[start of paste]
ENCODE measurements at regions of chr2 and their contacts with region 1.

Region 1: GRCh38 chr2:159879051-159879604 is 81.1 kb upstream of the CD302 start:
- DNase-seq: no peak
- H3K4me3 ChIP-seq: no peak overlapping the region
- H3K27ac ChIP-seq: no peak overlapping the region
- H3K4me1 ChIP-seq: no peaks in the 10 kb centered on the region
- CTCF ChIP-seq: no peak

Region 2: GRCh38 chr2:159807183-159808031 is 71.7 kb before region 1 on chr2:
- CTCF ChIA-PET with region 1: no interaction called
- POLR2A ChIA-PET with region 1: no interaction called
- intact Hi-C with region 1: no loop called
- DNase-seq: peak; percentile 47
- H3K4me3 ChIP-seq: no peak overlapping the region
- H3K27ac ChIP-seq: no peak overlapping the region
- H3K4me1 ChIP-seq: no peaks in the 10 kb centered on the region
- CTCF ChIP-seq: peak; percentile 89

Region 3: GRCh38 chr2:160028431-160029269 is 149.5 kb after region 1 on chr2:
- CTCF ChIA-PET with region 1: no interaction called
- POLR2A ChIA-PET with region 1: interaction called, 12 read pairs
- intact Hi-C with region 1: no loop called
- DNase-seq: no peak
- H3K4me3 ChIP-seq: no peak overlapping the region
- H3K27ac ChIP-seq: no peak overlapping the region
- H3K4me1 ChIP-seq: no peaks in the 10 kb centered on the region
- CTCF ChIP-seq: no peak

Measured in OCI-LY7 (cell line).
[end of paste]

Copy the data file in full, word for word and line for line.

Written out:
ENCODE measurements at regions of chr2 and their contacts with region 1.

Region 1: GRCh38 chr2:159879051-159879604 is 81.1 kb upstream of the CD302 start:
- DNase-seq: no peak
- H3K4me3 ChIP-seq: no peak overlapping the region
- H3K27ac ChIP-seq: no peak overlapping the region
- H3K4me1 ChIP-seq: no peaks in the 10 kb centered on the region
- CTCF ChIP-seq: no peak

Region 2: GRCh38 chr2:159807183-159808031 is 71.7 kb before region 1 on chr2:
- CTCF ChIA-PET with region 1: no interaction called
- POLR2A ChIA-PET with region 1: no interaction called
- intact Hi-C with region 1: no loop called
- DNase-seq: peak; percentile 47
- H3K4me3 ChIP-seq: no peak overlapping the region
- H3K27ac ChIP-seq: no peak overlapping the region
- H3K4me1 ChIP-seq: no peaks in the 10 kb centered on the region
- CTCF ChIP-seq: peak; percentile 89

Region 3: GRCh38 chr2:160028431-160029269 is 149.5 kb after region 1 on chr2:
- CTCF ChIA-PET with region 1: no interaction called
- POLR2A ChIA-PET with region 1: interaction called, 12 read pairs
- intact Hi-C with region 1: no loop called
- DNase-seq: no peak
- H3K4me3 ChIP-seq: no peak overlapping the region
- H3K27ac ChIP-seq: no peak overlapping the region
- H3K4me1 ChIP-seq: no peaks in the 10 kb centered on the region
- CTCF ChIP-seq: no peak

Measured in OCI-LY7 (cell line).